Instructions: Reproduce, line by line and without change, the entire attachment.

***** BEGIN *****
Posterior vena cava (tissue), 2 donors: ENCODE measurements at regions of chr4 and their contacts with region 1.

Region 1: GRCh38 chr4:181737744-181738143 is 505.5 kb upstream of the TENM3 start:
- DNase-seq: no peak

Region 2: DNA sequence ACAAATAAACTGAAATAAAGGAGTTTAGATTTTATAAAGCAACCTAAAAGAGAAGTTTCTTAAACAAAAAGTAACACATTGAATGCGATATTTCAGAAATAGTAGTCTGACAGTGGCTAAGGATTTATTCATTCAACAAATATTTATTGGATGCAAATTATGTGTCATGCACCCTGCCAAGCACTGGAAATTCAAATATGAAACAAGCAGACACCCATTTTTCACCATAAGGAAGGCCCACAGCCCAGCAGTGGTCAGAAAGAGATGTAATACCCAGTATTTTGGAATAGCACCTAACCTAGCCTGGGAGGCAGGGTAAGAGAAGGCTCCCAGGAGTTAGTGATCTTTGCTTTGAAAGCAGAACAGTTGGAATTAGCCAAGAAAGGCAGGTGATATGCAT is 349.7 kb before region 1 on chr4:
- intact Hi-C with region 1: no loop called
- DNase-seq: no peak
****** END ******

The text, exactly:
Posterior vena cava (tissue), 2 donors: ENCODE measurements at regions of chr4 and their contacts with region 1.

Region 1: GRCh38 chr4:181737744-181738143 is 505.5 kb upstream of the TENM3 start:
- DNase-seq: no peak

Region 2: DNA sequence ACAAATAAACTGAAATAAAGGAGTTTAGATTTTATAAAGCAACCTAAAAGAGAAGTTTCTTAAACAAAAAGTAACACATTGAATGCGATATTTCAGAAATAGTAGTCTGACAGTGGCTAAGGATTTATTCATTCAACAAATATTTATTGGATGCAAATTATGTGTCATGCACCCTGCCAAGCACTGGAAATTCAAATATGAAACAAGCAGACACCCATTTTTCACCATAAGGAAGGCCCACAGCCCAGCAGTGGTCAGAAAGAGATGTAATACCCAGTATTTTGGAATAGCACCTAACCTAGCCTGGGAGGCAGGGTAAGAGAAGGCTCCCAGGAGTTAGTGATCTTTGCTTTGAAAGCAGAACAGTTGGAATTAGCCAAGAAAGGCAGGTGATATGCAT is 349.7 kb before region 1 on chr4:
- intact Hi-C with region 1: no loop called
- DNase-seq: no peak